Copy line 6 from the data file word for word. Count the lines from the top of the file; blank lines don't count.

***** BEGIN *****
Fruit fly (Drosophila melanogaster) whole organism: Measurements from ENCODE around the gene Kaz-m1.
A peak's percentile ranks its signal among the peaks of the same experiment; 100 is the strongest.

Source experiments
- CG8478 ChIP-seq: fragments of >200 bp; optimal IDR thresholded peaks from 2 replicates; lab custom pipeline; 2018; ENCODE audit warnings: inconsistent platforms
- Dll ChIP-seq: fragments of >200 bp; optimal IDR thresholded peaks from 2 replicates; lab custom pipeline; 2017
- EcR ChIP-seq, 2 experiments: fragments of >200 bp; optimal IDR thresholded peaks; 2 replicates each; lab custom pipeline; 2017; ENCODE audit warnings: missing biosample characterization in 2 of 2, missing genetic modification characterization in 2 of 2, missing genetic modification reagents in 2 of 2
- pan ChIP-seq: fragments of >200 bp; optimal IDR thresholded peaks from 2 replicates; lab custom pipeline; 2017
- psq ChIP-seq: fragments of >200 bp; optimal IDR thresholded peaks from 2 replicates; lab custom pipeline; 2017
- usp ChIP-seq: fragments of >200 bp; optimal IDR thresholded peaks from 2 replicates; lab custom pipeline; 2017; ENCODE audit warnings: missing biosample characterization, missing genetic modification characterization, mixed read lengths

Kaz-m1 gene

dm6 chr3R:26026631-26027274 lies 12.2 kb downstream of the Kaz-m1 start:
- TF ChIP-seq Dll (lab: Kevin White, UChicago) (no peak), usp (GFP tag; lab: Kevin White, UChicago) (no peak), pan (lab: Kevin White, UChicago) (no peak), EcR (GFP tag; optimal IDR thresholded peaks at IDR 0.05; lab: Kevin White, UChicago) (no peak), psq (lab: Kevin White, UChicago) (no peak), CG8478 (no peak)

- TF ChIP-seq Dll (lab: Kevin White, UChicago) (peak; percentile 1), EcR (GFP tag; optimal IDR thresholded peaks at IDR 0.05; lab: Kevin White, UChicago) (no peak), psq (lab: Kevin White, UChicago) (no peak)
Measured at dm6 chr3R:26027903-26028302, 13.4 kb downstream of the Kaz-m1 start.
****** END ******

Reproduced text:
- EcR ChIP-seq, 2 experiments: fragments of >200 bp; optimal IDR thresholded peaks; 2 replicates each; lab custom pipeline; 2017; ENCODE audit warnings: missing biosample characterization in 2 of 2, missing genetic modification characterization in 2 of 2, missing genetic modification reagents in 2 of 2